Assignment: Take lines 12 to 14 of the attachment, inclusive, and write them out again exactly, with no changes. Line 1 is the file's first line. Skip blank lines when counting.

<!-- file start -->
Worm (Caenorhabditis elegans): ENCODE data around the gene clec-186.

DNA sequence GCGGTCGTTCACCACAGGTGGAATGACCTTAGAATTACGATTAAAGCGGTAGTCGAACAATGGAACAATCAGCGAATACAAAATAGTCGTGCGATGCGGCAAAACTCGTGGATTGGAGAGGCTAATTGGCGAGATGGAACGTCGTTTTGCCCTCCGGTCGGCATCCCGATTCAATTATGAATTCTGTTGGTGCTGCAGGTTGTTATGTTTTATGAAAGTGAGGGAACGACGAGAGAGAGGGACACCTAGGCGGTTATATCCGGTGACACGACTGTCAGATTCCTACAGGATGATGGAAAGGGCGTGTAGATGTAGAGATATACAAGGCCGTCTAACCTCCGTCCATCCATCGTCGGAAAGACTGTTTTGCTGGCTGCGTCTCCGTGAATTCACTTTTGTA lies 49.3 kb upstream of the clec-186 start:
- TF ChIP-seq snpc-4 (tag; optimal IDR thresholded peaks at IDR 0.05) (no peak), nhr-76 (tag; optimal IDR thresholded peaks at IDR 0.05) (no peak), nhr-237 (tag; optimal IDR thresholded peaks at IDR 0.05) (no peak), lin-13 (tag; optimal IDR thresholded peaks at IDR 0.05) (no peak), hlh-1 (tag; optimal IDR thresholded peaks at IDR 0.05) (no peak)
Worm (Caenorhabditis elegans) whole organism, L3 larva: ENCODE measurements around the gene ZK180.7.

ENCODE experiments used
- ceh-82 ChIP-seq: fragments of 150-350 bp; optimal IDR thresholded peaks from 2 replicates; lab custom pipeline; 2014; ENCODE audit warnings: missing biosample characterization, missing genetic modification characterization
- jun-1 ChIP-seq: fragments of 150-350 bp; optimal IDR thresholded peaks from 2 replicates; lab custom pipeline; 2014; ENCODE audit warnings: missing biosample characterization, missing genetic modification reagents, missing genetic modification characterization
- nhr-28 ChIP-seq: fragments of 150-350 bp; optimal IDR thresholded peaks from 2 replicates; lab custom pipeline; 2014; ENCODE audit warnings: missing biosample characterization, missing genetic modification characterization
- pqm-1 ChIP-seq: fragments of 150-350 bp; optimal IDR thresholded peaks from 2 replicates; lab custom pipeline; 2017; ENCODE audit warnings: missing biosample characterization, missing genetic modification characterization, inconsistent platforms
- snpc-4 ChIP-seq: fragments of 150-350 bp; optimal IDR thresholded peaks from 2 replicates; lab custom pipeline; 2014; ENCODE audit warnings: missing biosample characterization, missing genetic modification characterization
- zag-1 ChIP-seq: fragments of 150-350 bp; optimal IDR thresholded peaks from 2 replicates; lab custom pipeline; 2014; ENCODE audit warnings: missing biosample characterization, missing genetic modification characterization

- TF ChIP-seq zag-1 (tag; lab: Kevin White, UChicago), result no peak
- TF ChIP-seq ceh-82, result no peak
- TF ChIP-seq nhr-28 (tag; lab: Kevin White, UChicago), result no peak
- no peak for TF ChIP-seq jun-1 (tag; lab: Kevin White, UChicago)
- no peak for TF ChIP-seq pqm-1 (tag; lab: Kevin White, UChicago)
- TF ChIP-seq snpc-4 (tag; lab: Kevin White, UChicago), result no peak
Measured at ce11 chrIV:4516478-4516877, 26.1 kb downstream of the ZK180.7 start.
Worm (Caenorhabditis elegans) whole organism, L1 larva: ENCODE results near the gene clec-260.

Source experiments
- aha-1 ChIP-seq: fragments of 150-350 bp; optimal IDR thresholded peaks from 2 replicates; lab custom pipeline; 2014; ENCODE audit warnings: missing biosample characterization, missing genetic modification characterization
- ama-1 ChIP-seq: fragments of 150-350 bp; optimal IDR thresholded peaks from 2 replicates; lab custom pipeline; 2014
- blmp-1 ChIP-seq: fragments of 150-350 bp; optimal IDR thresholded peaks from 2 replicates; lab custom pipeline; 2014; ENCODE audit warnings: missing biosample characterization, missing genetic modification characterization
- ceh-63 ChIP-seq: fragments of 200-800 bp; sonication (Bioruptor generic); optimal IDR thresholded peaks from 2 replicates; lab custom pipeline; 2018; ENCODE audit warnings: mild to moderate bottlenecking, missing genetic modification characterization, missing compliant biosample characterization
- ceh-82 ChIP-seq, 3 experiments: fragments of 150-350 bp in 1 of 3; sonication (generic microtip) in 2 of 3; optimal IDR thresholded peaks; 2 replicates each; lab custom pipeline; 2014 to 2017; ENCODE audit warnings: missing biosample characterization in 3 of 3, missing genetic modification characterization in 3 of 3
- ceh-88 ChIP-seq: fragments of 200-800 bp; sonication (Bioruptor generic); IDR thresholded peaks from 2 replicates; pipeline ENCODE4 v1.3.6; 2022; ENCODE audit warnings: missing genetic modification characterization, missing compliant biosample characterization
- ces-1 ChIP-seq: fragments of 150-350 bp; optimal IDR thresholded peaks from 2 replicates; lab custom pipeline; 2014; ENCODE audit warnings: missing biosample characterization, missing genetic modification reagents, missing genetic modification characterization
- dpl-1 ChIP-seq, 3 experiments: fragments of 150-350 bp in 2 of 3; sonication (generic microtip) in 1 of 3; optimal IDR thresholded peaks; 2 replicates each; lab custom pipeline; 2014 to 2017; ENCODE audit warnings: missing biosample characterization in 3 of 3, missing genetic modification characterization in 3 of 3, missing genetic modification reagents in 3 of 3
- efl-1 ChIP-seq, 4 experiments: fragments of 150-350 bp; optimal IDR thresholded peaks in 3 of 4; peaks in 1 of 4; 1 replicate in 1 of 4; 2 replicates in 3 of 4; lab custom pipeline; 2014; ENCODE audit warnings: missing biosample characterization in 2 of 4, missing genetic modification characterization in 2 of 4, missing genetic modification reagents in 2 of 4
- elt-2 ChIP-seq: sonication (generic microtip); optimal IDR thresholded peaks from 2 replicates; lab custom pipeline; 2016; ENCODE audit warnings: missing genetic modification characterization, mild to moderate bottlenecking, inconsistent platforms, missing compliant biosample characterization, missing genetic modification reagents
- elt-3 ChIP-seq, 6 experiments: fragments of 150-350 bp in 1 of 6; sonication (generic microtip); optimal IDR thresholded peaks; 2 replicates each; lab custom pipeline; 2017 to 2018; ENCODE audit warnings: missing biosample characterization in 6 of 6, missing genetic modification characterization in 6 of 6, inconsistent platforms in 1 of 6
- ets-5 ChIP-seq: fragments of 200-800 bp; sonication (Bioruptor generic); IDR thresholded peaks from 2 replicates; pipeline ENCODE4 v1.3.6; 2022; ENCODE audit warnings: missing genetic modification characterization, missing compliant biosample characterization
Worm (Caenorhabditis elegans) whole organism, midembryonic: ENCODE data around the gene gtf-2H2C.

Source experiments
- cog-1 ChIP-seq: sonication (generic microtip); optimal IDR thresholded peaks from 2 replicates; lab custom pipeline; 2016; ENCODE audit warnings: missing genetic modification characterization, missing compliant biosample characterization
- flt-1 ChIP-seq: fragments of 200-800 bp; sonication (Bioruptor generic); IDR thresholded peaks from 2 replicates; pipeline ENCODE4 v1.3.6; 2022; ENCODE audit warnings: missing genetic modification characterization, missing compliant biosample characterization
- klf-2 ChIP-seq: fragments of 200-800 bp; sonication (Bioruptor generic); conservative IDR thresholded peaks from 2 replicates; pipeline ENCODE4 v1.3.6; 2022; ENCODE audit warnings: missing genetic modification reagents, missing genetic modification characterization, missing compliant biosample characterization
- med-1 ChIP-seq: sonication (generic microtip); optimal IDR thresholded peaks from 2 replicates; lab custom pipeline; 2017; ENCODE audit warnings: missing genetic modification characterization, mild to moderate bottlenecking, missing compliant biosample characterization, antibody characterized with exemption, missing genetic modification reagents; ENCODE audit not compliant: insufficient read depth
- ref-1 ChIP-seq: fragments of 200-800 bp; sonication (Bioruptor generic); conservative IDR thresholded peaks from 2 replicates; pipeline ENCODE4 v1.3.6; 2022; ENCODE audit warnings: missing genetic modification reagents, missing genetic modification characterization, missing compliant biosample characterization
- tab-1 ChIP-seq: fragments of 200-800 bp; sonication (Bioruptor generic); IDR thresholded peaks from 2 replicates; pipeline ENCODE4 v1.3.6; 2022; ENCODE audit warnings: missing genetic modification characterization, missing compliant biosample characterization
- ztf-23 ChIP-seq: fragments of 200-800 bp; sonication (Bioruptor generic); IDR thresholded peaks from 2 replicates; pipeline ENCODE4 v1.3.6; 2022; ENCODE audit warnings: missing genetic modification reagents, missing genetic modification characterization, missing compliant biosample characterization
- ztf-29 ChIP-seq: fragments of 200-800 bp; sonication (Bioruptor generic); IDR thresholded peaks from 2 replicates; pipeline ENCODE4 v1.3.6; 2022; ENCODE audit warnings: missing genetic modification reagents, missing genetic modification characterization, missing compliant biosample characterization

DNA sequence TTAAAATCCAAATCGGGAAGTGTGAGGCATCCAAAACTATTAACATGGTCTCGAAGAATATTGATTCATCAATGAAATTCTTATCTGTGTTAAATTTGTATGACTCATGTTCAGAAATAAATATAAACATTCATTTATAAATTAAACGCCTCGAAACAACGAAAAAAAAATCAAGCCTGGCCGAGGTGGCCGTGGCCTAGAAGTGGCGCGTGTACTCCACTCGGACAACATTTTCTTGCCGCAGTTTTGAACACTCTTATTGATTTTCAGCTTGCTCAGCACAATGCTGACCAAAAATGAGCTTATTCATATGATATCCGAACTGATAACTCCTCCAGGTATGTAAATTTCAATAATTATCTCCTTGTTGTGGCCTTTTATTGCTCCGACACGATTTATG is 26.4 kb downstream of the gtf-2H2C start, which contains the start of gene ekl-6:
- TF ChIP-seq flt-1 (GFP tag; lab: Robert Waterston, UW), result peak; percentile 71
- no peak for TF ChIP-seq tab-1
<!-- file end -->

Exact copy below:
- TF ChIP-seq zag-1 (tag; lab: Kevin White, UChicago), result no peak
- TF ChIP-seq ceh-82, result no peak
- TF ChIP-seq nhr-28 (tag; lab: Kevin White, UChicago), result no peak